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W[illiam] B[erkeley] Lewis to MVB, 27 September 1828


Your letter dated 28th ultimo was received this day two weeks ago; but owing to severe indisposition I have not been able to do myself the pleasure of acknowledging its receipt. The letter you enclosed me, addressed to our old friend, was forwarded to him the day of its receipt.

Your views of the subject upon which I wrote you, accord with my own. Indeed the more reflecting part of the Genl’s friends here had become so well satisfied of the impropriety of the measure, that the project had been abandoned, before the receipt of your letter, as injudicious and hazardous; and they were highly gratified to learn that their opinions were sanctioned by the views you had taken upon ^of^ the subject. It was thought by those who were in favour of such a course, that the Burr affair would afford a suitable occasion, as it was believed that was the last and principal charge upon which our adversaries meant to rely with the hope of defeating the General’s election. But instead of his taking any notice of that charge, it was determined here that it would, perhaps, be right and proper for our committee to reply to it. I do not know that even an expose by the Nashville committee was necessary; but in as much as we had the materials which would enable us to put that matter to rest as we believed, it was thought advisable to do so, and particularly as we were informed by our friends in Virginia, Kentucky, Indiana, & Illinois that it was doing the Genl. some injury in those states. I directed ^a copy of^ the report to be sent to you & my friend Mr. Bunner, which I hope you have recevd. before this.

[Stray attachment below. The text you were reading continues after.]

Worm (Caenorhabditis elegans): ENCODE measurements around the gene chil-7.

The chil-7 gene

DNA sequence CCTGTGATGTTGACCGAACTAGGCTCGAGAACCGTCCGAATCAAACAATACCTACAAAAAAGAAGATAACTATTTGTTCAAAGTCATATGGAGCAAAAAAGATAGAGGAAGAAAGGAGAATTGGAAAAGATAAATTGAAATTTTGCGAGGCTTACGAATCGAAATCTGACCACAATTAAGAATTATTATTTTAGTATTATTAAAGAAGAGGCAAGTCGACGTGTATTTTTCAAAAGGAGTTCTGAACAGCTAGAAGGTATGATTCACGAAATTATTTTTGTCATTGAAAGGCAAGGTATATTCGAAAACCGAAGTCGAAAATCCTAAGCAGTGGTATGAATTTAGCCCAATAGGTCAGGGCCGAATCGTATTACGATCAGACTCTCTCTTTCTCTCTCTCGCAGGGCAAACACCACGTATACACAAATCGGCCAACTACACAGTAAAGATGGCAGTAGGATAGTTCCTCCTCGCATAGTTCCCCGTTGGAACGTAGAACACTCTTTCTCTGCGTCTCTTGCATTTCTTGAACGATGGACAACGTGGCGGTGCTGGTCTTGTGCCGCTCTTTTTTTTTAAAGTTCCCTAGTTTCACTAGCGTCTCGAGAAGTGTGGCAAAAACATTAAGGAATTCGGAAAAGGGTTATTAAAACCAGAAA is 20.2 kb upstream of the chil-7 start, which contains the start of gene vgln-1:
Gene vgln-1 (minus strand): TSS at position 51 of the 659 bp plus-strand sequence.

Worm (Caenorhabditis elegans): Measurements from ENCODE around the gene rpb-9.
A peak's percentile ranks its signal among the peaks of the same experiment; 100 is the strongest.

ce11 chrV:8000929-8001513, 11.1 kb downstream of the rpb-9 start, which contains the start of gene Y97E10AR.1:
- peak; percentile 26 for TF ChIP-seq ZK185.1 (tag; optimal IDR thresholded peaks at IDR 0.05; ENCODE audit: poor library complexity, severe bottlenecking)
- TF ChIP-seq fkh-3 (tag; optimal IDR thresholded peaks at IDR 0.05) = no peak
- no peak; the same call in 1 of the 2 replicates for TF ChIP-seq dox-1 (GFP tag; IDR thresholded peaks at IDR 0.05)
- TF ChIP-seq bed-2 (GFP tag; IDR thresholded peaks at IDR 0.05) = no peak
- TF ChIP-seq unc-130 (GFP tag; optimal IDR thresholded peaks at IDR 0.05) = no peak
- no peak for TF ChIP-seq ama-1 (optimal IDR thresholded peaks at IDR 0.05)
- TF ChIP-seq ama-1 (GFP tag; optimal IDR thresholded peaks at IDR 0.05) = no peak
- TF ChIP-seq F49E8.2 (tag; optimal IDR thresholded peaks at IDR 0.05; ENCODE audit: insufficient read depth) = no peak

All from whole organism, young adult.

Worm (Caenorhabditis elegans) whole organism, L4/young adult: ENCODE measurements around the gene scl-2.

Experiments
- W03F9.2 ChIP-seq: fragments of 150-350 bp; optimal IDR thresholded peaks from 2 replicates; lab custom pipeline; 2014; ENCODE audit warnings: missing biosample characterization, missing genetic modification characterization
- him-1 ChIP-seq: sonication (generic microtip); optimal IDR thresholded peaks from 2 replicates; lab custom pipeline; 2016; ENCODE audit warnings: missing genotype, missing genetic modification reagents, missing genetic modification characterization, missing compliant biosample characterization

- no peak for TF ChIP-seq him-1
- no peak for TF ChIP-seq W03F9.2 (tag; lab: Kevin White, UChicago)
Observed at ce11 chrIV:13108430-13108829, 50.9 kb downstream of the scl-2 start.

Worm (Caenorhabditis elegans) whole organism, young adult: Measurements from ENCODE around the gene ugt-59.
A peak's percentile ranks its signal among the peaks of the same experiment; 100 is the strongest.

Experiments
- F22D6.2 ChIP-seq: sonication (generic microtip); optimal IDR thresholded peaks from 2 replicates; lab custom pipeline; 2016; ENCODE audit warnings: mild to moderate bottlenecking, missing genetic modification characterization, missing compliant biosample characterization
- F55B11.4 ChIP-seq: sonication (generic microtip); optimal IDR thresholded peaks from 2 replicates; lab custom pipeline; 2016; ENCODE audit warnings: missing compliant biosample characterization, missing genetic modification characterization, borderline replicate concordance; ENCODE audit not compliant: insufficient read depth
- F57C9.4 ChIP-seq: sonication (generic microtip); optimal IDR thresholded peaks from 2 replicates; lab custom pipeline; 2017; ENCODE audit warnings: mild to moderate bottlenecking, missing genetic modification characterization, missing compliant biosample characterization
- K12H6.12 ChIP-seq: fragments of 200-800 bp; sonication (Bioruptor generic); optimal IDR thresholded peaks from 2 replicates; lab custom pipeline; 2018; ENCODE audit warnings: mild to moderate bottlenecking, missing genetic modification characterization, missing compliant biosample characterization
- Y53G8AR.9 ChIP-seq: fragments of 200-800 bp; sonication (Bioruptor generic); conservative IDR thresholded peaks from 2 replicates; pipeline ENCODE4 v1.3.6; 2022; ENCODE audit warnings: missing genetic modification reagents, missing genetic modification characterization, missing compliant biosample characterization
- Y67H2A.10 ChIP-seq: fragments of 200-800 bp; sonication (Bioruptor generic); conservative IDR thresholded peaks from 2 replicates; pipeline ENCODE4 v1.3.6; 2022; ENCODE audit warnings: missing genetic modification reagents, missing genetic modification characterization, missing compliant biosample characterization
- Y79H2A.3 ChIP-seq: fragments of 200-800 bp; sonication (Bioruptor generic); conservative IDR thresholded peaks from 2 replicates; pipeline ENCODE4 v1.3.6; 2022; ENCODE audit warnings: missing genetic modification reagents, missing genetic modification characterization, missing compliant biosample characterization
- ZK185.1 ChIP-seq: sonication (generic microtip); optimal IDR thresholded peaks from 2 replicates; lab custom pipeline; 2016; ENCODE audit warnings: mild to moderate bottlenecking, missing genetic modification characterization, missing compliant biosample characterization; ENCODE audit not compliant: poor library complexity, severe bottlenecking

We have been equally disappointed in the result of the elections in the Western states. At one time, I must confess, I felt alarmed at the extraordinary exertions that were made to corrupt, deceive, and mislead the people by the supporters of Adams & Clay; but they have proved themselves too virtuous to be corrupted, and too intelligent to be hoodwinked. I do not now believe that Mr. Adams will get a single vote on this side of the mountain. The only states now that his ^friends^ can pretend to claim are Ohio, Kentucky & Louisiana, neither of which I think he will get. The only state of which I think there is any doubt, is Kentucky; and our friends there, in their private letters, assure us that state will go for Jackson, but to be candid with you I have very little faith in Kentucky politics. There can now be no doubt of Genl. Jacksons election, by a large majority of the electoral votes. Clay himself, it would seem, has given up the contest, from his not travelling thro' Ohio and your state as originally intended. The few [fr]iends he has here, and his connections in this state, have given up the Ghost.

The Genl. was down to see me few days ago. He is in fine health and looks as well as I have seen him for many years. It is thought by some that his enemies will report him dead just before the election to prevent the people from voting for him. From his present state of health and appearance, I should think his chance to live twenty years as good as most peoples. I have no fears of his death; I believe Providence has prolonged his life, as a mean of conferring further signal benefits on his country. The Genl. desired me, when I wrote to you, to present his reports to you, & thank you for the information contained in your letter to him.

Your friend

W.B. Lewis

Source: DLC Library of Congress
Collection: MVB Papers (DLC)
Series: Series 5 (1 January 1825-3 March 1829)